Next Generation Robotics
Advanced surgical technology benefits both physicians and patients
In theory, it sounds very simple: get the bad thing out and hook the good things back together. In practice, however, surgeries such as colon resections after a removal of cancer are highly complex procedures requiring advanced training and skills.
Robotic surgical systems such as the da Vinci Xi are designed to allow surgeons to use those exceptional skills in the most effective way possible. It’s a partnership that benefits both the physician and the patient.
“Because of the Xi’s advantages to us, it creates advantages for the patient,” says general surgeon Anthony M. Foley, MD. Dr. Foley is Board Certified in General Surgery and is the former Chief of Surgery Chief of Surgery at Winn Army Community Hospital at Fort Stewart. He is da Vinci Xi and Si trained and also currently works to help train new da Vinci surgeons.
“The nature of what you can do internally with the Xi—meticulous dissection and suturing together delicate structures in a very ergonomic way—that’s a big advantage,” Foley says.
How It Works
The da Vinci Xi Surgical System is the fourth generation in da Vinci technology. St. Joseph’s/Candler acquired the new system this year, joining it with the three da Vinci Si Surgical Systems already being used by surgeons at SJ/C to perform certain complex yet minimally-invasive procedures. All of the systems have immersive 3D-HD visualization, and the robotic instruments precisely replicate the surgeon’s movements.
“The instruments are articulated, meaning they move at the wrist and fingers the way my own wrists and fingers move,” Dr. Foley says. “They basically mimic the motions of my hands.”
With the small incisions allowed by the da Vinci, and the surgeon’s ability to perform such precise operations within the abdomen or chest while controlling the robot from the console, patients can go home sooner after their surgery.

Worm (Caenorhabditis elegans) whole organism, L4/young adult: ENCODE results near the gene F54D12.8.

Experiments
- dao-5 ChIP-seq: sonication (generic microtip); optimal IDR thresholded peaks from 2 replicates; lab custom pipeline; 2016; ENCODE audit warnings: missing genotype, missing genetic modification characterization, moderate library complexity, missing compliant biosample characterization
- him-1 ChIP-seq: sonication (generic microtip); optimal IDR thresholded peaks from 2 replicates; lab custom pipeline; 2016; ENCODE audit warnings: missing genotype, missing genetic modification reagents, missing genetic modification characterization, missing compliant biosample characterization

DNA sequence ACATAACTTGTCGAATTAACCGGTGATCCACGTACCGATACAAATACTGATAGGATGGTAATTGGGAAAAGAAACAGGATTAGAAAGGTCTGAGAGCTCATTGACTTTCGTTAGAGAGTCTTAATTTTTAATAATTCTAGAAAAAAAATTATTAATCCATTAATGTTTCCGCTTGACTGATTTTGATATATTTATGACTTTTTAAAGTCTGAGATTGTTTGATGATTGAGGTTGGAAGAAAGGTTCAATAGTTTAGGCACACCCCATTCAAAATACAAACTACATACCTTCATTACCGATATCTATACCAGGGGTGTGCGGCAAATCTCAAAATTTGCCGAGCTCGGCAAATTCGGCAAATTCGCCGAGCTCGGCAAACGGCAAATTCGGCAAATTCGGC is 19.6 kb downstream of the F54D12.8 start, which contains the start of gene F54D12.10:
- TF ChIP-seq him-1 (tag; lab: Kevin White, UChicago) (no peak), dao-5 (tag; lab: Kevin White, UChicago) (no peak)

“The technology translates to less tissue damage and less pain for the patient, and a shorter recovery,” Dr. Foley says.
The Multi-Quadrant Advantage
“The Xi allows us to do something that the previous version doesn’t, which is to go into multiple quadrants,” Foley says. “The new arms are designed so that I can work in basically 360 degrees.”
This is highly advantageous for procedures in Dr. Foley’s specialty, such as a colon resection.
“For example, if a patient has a rectal cancer, I’m working toward the pelvis to dissect that out,” Foley explains. “Then I need to work along the left side of the colon and mobilize it so that I can divide above the cancer, and I need to keep working up toward the spleen and the stomach, which means now I’m angled towards the head. I have to make sure I have enough length to bring the colon all the way down into the pelvis and hook it together again.”
In the past, Dr. Foley would either need to dock the robot in place for one part of the surgery and then re-dock it in another, or to do half of the operation with the da Vinci and the other half laparoscopically, without the robot.
“With the Xi, I don’t have to worry about that,” he says. “I can make that transition almost unimpeded.”
The new system is also designed to coordinate with the patient’s bed, which helps Dr. Foley place a patient in the optimal position for different parts of the procedure.
“That is quite helpful with regards to dissection and just being able to see things,” Foley says. “That coordination is part of the next generation technology of the da Vinci Xi. In fact I’d say it’s probably two generations ahead of everything else on the market or currently in development.”